If you don’t golf, don’t bother reading this. If you do golf, maybe you’ll understand.
Golf is a timeless game. My dad is 87 and though he hasn’t been out on the links yet this year, he’s still hoping that he will. He played quite a few times last year but his stamina isn’t what it used to be. Still, you don’t see too many 87-year-olds out doing any other type of sporting activity other than merely walking.
My dad got me playing golf at an early age. I proposed to Chris on a golf course. (She beat me all three times we played on our honeymoon.) My brother, the Father, is an absolute golf fanatic who plays every Thursday, weather permitting and often, even when the weather doesn’t permit. Late this afternoon, Tom Jr. and Michael went out and played nine holes while Chris and I watched the Traveler’s Championship on TV. So you could say that the golf gene is somewhat dominant in our family.
I was going to do a post yesterday morning when I returned from playing 18 holes but it was too nice a day to spend holed up typing away on my mac. With the Cardinals in a rain delay, I thought now would be an ideal time to espouse on the simple joys and frustrations of this game.
I teed off yesterday a few minutes after 6 am. My attempts to talk any of my friends into a round failed so I went out as a single and finished my round in a little over two hours. It was a gorgeous morning and when you tee off that early, you sometimes have the course to yourself – that’s how it was yesterday. The sun was shining and the golf gods were looking upon me favorably – my first shot of the day found the center of the fairway, about 260 yards out and I followed that up with a perfect 6-iron that landed about eight feet from the pin. I knew it was going to be a good day.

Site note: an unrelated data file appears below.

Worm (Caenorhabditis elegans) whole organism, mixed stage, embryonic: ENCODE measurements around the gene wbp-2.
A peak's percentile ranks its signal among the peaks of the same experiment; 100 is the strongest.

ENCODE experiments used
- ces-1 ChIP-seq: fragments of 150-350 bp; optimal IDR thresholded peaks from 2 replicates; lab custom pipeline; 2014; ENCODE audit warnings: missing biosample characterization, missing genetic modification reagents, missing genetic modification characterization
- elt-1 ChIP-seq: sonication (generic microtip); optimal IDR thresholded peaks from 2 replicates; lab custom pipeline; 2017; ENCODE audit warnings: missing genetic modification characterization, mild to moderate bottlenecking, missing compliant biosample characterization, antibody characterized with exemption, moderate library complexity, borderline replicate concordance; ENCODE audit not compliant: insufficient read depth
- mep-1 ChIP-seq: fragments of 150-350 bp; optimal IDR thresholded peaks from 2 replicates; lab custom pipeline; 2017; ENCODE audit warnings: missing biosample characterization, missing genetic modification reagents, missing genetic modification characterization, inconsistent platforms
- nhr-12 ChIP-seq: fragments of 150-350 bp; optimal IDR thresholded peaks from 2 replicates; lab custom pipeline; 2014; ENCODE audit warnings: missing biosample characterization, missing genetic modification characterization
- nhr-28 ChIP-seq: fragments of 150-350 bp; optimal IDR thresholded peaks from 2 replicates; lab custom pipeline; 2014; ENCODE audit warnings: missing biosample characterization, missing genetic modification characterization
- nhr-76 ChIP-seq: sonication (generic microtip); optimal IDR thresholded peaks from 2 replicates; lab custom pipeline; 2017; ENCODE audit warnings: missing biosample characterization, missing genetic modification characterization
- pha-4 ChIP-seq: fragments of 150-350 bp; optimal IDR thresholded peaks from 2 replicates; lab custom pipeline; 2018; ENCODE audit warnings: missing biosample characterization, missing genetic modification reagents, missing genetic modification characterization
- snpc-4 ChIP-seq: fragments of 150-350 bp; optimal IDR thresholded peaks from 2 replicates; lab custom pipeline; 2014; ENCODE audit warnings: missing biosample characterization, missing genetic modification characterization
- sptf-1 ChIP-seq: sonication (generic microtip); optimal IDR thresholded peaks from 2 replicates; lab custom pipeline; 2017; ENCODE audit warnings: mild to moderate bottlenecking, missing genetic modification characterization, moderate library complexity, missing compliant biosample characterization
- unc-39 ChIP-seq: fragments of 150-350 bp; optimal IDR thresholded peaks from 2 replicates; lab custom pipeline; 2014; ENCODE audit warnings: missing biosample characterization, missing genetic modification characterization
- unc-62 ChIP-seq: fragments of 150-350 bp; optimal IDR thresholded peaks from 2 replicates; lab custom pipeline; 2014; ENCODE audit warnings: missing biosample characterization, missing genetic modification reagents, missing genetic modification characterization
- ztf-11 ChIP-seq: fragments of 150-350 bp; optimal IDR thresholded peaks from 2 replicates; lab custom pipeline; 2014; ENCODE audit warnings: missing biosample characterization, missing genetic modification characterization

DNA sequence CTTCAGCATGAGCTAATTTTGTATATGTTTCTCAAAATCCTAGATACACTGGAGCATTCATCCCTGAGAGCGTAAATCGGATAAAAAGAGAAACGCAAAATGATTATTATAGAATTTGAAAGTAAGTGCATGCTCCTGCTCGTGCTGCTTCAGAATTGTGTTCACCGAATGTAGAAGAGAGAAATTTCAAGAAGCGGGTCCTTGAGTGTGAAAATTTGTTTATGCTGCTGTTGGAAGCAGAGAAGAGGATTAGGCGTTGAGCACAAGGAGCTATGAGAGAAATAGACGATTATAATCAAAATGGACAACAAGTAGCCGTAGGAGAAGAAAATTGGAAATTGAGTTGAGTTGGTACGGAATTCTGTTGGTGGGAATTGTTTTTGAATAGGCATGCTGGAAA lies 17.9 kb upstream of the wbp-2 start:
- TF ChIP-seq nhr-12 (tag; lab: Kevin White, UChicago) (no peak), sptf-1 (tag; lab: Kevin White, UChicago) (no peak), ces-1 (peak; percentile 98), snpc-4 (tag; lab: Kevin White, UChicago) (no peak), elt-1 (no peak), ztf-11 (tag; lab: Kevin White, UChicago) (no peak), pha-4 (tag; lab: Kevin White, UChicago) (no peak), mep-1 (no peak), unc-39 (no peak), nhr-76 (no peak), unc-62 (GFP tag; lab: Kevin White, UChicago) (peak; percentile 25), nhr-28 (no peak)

Turns out, the round was like most of my other rounds – some good shots, a few great ones and some blatant stupidity tossed in to remind me that I’ll never really be a great golfer. But that’s okay.
I love to play. Any time. Anywhere.
And though no one will ever think of me as a really good golfer, I’m okay with that. I’m good enough for me.
Golf is a lot like life. I love to be in the game. I know there will be some good times, some memorable moments (not all of them good ones) and I’ll certainly have to endure some bad along the way as well. But I won’t give up. And I’ll always believe that my next shot, might just be my best shot I’ve ever had – but I won’t be surprised when it isn’t.
People who don’t play golf don’t understand the fascination. It’s a frustrating, time-consuming and expensive game.
Then again, there’s something almost magical about being able to say, “See this little ball? I’m going to hit it into that little hole in the ground that’s 440 yards away and I’ll bet I can do that in four swings or less.”
In theory, that doesn’t really sound like all that much fun.
In reality, there aren’t too many things I’d rather do.
Golf fires me up. I know I’m fortunate that I have a wife and family who understand my obsession. I’m even more fortunate that they enjoy playing as well.
Like my dad, I hope I’m still teeing it up well into my eighties but that’s not even worth contemplating. I’m playing in a scramble tomorrow and there’s no need to look any further ahead than that.
Golf for life? I sure hope so.